Helping take care of those hit back home

Relief: Caribbean natives throughout the area coordinate efforts to aid flood-stricken residents on the islands.

Hurricane Ivan

September 13, 2004|By Kelly Brewington | Kelly Brewington,SUN STAFF

As a child, Anthony Greenidge of Randallstown would listen in awe to his grandparents' horrific tales of Hurricane Janet, the storm that thrashed his tiny Caribbean island homeland of Grenada in 1955.

Enduring days without food or water, his grandparents said the family only barely survived. Greenidge's birth, just a month after the storm hit, was a miracle, according to family lore.

Today, no one in his family expected a storm as wicked as Janet to strike again.

But it did.

"Ivan is 10 times worse," he said. "Nothing can even compare with what Granada is suffering now."

Hurricane Ivan has killed at least 60 people across the Caribbean so far, including more than 30 people in Grenada, a country with a population of 102,000.

The storm lashed the 133-square-mile island with 145-mph winds earlier last week, destroying 90 percent of the homes, leaving tens of thousands homeless, hungry and desperate for help.

Greenidge loaded up his truck on Saturday with clothes, food and water and dropped them off at the Grenada Embassy in Washington, which is taking donations.

However, the tragedy has touched those with roots all over the Caribbean. Yesterday, scores of Caribbean community groups and throughout Maryland and Washington began coordinating aid efforts. About 55,000 Maryland residents have West Indian ancestry, according to the 2000 U.S. Census.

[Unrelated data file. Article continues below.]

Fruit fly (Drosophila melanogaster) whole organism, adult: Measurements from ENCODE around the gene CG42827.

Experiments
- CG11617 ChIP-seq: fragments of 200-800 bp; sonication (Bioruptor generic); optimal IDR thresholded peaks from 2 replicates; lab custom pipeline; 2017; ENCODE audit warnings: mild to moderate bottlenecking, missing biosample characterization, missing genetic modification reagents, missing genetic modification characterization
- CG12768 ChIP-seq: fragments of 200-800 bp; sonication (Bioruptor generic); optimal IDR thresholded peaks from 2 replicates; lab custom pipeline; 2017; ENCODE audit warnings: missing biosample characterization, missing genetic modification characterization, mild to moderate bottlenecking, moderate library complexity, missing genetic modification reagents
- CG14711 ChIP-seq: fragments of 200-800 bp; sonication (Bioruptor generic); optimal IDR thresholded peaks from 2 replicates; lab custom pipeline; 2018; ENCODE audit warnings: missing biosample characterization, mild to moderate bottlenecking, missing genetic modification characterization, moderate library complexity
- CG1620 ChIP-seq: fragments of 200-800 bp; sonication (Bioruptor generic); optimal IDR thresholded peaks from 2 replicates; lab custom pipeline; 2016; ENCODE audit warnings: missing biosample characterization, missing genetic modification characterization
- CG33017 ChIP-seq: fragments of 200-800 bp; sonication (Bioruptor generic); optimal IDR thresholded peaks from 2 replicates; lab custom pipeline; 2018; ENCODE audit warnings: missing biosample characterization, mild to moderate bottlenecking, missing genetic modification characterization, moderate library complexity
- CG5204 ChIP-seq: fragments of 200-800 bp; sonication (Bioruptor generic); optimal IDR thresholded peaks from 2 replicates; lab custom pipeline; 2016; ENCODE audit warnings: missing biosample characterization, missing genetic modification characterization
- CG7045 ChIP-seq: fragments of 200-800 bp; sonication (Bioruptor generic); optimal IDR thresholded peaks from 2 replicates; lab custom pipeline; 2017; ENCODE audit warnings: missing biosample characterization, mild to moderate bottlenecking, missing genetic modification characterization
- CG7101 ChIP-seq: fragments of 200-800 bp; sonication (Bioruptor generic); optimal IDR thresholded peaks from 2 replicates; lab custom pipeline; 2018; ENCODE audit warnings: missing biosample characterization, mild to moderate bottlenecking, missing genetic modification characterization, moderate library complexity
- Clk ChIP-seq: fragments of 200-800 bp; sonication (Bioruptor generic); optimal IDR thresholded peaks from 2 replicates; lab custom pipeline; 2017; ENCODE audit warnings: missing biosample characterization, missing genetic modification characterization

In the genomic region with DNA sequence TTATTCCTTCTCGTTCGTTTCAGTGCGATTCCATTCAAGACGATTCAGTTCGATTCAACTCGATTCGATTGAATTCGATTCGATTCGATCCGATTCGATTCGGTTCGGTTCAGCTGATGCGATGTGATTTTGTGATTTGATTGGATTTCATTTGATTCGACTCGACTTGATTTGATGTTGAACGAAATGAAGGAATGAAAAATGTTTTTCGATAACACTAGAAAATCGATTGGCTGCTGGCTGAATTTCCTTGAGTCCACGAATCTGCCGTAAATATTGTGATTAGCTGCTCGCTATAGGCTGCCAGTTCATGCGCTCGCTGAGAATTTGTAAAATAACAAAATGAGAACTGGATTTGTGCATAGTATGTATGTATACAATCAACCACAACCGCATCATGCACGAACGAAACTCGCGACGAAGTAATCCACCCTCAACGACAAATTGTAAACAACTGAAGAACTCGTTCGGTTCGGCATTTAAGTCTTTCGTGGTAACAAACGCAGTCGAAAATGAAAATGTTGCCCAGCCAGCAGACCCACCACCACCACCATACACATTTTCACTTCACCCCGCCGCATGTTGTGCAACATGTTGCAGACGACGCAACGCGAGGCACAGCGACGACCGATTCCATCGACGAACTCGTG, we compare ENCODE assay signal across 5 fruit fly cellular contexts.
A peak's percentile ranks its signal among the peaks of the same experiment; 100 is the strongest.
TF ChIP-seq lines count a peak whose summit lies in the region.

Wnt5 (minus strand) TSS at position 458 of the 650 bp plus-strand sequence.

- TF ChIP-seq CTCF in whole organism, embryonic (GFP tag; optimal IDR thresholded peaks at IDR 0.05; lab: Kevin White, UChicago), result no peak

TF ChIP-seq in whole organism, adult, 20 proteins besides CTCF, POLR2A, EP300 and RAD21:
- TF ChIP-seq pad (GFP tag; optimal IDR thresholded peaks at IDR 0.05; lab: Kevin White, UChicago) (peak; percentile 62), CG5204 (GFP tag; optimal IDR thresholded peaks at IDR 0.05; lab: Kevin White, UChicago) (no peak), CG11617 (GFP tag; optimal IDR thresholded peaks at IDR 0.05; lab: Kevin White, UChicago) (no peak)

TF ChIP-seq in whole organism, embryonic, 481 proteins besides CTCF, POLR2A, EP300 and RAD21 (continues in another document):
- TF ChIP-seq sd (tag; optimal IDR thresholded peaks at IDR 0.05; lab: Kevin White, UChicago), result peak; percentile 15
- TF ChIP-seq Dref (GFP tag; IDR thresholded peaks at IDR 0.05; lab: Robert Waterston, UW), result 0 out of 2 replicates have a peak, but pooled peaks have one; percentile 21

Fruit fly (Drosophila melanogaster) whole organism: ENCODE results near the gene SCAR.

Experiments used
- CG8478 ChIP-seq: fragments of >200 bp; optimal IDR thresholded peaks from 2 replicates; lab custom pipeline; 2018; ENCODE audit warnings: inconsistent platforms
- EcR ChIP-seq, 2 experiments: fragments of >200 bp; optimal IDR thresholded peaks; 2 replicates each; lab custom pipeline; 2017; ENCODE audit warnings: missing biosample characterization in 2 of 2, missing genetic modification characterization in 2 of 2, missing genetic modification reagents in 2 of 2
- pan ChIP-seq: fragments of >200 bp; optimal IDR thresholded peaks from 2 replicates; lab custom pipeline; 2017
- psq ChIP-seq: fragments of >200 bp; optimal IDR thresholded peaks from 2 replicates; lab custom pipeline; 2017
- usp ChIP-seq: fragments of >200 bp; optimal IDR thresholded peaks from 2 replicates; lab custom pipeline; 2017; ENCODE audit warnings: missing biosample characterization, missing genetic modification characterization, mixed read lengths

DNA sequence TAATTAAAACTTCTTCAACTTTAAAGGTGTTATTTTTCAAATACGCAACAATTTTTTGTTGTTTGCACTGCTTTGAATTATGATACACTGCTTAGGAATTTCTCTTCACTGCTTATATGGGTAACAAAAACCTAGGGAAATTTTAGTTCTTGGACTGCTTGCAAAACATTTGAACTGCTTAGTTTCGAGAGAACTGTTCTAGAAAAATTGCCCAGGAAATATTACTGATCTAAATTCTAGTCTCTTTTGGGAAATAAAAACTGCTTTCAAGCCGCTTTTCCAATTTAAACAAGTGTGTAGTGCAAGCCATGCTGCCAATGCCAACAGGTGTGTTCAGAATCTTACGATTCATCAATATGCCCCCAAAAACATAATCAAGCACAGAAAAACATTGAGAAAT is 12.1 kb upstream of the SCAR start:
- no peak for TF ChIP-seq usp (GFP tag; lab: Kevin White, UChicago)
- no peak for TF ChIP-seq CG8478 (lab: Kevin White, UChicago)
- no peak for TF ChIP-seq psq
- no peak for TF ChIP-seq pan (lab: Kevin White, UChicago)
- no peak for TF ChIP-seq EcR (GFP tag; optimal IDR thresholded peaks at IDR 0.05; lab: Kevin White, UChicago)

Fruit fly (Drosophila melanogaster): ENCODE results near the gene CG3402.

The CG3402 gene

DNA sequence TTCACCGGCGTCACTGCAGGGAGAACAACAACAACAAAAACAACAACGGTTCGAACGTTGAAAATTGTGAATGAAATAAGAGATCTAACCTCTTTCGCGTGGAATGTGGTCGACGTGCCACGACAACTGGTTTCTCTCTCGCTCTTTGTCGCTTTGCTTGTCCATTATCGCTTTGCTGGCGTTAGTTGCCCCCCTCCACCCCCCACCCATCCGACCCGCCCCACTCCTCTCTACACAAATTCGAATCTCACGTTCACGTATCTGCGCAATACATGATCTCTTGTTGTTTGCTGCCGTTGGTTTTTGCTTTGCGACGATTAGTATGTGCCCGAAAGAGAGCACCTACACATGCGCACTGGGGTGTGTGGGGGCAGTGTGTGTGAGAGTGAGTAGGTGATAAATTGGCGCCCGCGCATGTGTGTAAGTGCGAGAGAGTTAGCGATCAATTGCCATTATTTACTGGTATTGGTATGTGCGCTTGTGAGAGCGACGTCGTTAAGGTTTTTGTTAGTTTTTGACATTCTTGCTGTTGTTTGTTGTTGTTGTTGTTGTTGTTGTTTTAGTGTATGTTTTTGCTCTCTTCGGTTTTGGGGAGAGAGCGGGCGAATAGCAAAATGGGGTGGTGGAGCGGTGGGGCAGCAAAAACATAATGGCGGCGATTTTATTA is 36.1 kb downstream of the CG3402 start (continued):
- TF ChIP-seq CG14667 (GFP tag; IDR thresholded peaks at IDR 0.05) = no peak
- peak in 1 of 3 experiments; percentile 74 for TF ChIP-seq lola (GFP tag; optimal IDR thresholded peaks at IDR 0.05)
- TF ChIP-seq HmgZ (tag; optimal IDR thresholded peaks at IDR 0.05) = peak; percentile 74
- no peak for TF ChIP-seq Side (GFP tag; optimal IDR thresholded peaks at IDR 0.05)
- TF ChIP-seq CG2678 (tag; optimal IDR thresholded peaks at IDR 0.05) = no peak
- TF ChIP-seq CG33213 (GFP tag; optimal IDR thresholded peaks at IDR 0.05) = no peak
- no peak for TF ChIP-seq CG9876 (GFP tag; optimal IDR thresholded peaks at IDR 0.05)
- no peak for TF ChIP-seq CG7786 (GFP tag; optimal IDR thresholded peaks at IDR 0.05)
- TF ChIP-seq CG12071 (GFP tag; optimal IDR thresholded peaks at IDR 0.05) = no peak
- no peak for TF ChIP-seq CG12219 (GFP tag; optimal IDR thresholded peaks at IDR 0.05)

"I haven't been able to keep away from the TV," said Elaine Simon, born in Antigua and president of the Caribbean American Carnival Association of Baltimore, an umbrella group for West Indian culture. The group has launched a canned goods drive at a Park Heights nightclub called Blue Caribbean.

"We are a tight network," she said." And we all know what it's like when you have experienced a hurricane."

The storm tore through Jamaica on Saturday, where it strengthened to a Category 5 storm, but later was downgraded to a Category 4. Yesterday, Ivan slammed into the Cayman Islands and appeared headed toward Cuba. Meanwhile, Hurricane-weary Florida braced for possible landfall early this week.

Greenidge, 49, said he was relieved when he received a cell phone call Saturday from one of his five sisters on Grenada. She said her home was the only one left standing in her community, nestled in Grenada's northern St. John's Parish. Nearly 100 people have been through her three-bedroom home, sleeping on any patch of floor they can find, he said.

"She said, the entire community is staying in her house," Greenidge said. "They have no where else to go. But Grenada is full of people who will not turn others away. If people show up without food, you help take care of them."

The rest of Greenidge's family remained unaccounted for yesterday.

Meanwhile, others in the region's Caribbean community spent the weekend planning relief efforts.

Del. Shirley Nathan-Pulliam, who grew up in the Jamaican cities of Montego Bay and Kingston, said yesterday that she was working with the Jamaican Association of Maryland and various other groups to launch a coordinated aid campaign.

After Hurricane Gilbert devastated the island in 1988, Nathan-Pulliam helped found the Jamaican Association of Maryland, which set up a bank account and 800-number for donations. She hopes to do the same this week.

"As a Caribbean person, I'm worried about Jamaica, I'm worried about Grenada and the Cayman Islands," she said.

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